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Working directly in projection space?

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First of all, I'm really new to DX10D3, so please bare with me. Background: in order to learn this neat API, I was thinking about writing some 3D GUI that I later could incorporate into minor game projects. Question: can I skip the world and/or view transformations, and take my objects straight to projection space? After all, I shouldn't need to place GUI elements in the world, as they are not part of it. Does this make sense? Could anyone point me in the right direction regarding skipping the world and view transformations? I've been playing with the MS D3D10 tutorial 4 (3D spaces), turning off the world and view transform in the vertex shader in tutorial04.fx. This, however, turns out pretty disappointing... (Blank screen). What am I missing? Thanks! :)

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as a fast solution, you could use an identity-matrix as world-view-matrix, so you can define positions in normalized device coordinates which ranges only from (-1,-1,0) to (1, 1, 1) - so your passed coordinates must be within this range.

to be honest i doubt that this is the best way to do a 3D GUI but i also dont know anything better - never tried anything like that yet

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Since you're using shaders, it's not a problem to write a shader that doesn't transform, but simply passes the coordinates as is. As mancubit said, remember that you need to output X and Y in the -1 to 1 range to make them visible. If you want something else, you can transform from any space you want to this space in your shader.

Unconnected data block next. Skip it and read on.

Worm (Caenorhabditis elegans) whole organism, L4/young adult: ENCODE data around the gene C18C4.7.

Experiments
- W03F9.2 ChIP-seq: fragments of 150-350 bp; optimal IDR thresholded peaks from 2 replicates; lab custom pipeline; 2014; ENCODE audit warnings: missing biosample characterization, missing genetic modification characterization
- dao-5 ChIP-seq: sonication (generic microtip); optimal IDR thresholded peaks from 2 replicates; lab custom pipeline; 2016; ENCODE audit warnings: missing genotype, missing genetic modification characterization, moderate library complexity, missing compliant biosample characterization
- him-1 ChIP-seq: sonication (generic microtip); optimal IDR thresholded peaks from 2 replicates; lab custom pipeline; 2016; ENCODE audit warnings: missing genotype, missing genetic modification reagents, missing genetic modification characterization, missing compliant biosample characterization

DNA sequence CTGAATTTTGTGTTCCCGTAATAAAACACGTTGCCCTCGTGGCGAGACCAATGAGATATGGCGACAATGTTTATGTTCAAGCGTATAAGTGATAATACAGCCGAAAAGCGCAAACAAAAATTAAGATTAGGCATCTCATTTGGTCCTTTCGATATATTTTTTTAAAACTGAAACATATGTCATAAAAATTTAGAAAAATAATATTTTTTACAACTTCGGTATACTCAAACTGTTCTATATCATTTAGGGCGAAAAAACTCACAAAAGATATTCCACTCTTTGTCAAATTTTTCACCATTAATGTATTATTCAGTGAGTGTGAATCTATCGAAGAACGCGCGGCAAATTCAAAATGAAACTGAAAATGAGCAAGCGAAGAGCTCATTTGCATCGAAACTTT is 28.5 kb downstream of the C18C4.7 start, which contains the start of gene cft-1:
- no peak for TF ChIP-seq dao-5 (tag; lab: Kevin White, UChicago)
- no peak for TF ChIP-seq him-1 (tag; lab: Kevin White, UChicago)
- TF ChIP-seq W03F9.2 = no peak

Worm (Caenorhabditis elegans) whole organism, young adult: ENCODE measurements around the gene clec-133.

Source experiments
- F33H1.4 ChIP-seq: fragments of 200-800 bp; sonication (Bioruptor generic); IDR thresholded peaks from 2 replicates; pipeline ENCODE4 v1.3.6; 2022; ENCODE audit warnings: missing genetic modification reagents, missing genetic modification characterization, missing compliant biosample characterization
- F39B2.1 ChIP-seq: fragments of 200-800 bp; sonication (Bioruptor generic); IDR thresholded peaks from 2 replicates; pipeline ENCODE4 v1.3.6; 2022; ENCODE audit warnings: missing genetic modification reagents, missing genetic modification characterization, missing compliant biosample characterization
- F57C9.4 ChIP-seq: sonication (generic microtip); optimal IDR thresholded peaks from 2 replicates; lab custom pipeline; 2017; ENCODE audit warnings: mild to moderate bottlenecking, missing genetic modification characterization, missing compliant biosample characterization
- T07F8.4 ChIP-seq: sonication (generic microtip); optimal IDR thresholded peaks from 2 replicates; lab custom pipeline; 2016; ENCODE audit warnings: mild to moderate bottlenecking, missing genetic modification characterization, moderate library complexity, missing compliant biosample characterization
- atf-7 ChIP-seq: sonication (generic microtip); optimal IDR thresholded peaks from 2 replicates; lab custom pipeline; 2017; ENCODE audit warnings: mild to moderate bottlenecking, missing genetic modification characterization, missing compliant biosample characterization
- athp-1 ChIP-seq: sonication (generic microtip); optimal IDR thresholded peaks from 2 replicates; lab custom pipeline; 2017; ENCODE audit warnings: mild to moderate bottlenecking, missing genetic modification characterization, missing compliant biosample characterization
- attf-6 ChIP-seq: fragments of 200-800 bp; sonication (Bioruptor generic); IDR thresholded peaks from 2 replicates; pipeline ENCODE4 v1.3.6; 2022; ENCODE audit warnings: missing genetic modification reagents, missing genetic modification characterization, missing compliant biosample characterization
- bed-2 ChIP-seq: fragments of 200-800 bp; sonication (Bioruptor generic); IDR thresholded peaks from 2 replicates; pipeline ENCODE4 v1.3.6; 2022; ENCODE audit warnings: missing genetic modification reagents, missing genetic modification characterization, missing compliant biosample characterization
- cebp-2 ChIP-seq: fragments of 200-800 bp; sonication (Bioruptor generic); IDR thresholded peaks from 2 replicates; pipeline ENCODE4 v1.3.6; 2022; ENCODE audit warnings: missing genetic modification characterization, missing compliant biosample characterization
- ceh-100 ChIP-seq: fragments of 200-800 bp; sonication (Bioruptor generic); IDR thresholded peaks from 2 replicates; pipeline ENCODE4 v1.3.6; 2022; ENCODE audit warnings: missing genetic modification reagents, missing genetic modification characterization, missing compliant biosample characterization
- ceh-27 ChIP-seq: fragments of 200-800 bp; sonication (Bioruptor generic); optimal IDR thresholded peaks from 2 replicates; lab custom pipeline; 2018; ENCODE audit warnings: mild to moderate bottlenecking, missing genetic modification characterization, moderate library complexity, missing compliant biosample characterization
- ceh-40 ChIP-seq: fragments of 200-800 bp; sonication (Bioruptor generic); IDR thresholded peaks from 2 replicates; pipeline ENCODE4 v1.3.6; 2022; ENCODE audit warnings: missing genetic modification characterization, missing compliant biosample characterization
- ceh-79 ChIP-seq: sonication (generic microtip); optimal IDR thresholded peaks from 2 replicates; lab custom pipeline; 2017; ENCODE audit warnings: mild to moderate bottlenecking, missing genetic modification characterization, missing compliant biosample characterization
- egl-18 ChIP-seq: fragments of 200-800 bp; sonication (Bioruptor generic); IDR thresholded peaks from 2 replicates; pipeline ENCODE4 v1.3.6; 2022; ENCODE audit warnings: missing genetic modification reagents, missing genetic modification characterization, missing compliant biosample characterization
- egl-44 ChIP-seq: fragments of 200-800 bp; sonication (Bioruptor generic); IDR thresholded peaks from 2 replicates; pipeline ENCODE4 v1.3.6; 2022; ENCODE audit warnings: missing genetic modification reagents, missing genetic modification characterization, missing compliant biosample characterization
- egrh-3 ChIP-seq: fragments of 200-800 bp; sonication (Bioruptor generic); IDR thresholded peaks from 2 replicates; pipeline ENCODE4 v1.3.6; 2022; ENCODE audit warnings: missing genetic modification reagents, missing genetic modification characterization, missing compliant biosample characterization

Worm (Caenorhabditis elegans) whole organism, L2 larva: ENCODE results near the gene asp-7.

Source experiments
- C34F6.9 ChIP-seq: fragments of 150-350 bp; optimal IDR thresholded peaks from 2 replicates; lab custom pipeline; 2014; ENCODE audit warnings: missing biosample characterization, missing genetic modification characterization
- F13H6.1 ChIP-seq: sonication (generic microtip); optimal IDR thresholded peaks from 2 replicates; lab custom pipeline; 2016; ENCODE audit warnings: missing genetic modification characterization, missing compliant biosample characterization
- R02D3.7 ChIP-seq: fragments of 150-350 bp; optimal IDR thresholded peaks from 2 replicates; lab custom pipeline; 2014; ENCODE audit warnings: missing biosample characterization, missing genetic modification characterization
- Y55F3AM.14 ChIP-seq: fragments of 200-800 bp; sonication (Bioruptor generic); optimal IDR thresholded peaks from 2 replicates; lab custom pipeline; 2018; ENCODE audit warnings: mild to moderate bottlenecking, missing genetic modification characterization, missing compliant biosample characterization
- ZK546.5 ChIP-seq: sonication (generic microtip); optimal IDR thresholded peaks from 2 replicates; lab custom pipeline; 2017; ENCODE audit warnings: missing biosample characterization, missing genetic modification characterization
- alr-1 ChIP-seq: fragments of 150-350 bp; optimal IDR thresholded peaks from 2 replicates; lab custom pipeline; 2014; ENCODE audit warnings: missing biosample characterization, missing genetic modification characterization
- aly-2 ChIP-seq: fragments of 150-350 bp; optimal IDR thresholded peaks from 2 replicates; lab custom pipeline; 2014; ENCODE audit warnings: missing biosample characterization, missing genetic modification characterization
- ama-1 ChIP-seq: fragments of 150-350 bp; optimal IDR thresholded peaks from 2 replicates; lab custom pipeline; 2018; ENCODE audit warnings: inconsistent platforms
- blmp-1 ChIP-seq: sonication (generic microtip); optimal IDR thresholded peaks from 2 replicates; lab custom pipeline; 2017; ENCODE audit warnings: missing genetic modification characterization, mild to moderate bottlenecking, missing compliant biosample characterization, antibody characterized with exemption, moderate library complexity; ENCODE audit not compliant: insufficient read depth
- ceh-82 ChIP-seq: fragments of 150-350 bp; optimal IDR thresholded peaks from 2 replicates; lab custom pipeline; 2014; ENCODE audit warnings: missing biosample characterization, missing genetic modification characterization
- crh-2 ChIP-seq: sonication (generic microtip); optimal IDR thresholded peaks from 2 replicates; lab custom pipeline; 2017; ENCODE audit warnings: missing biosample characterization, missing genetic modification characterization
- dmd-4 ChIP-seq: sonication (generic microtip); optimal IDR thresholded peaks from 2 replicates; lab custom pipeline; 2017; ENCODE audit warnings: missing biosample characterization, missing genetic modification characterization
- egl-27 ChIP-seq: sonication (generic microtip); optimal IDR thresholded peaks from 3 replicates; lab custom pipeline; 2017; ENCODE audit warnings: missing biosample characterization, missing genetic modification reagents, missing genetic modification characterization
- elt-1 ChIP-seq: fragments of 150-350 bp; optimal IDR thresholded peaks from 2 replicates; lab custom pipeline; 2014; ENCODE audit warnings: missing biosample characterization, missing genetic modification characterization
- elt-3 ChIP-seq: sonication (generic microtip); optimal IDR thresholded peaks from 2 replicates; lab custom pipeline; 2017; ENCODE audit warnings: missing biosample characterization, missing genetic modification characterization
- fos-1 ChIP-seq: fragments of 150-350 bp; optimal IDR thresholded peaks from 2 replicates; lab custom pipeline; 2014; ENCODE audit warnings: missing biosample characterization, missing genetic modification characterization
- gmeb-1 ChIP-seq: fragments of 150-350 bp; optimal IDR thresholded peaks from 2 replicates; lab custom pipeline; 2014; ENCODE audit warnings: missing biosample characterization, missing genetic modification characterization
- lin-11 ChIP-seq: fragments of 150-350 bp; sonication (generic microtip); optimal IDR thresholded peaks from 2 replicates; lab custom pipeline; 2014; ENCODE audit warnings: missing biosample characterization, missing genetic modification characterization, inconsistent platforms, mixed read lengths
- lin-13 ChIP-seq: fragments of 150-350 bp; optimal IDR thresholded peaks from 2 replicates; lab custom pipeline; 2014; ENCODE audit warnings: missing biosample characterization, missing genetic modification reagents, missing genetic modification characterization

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Thanks for the quick reply, guys.

BTW: ET3D; you say "since you're using shaders...". I just started to read the documentation, but thus far have been under the impression that one had to use vertex shaders specified in HLSL to render. Are there other ways to render than using HLSL?

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Your on the right track, but dont even think in terms of 'projection', thats is just another martix.

Is the pixel shaders, the points on the screen are normalized to -1 through 1 (both x & y). So If you submit a point at 0,0, it's the center pixel, at 1,1 I think thats bottom right.

If you want to have elements that are 3D, you will probably need to have a projection matrix. It would be immposible to have a 3D object that all the verticeis fall within the -1 to 1 range and everything looks right.

However, to give you something to chew on. I've designed a shader function to render 'FLAT' images onto the screen. Specifically for doing GUI stuff. I will post the function below but to explain it. All I'm doing is submitting points at are defined in screen space, 0,0 is the upper left then it goes all the way to the screen resolution, say 800x600. So a point at 400,300 would be at the center. But this is only because of how the function nomalizes the coordinate. Take a look below.

_____________________

vOut_InFlat VS_FLAT(vIn_InFlat input)
{

vOut_InFlat result = (vOut_InFlat)0;

float4 vector4_position = float4(input.vPosition, 1.0f);
float4 vWorldPos = mul(vector4_position, M_Matrix1);

result.vPosition.x = (vWorldPos.x / ( ScreenX / 2.0)) -1;
result.vPosition.y = -(vWorldPos.y / ( ScreenY / 2.0)) + 1;
result.vPosition.z = input.vPosition.z;
result.vPosition.w = vWorldPos.w;

result.vTCoords = input.vTCoords;

return result;

}
_____________________________________

You can see the function also sets the z position, but this is only for occlusion of stuff behine it.

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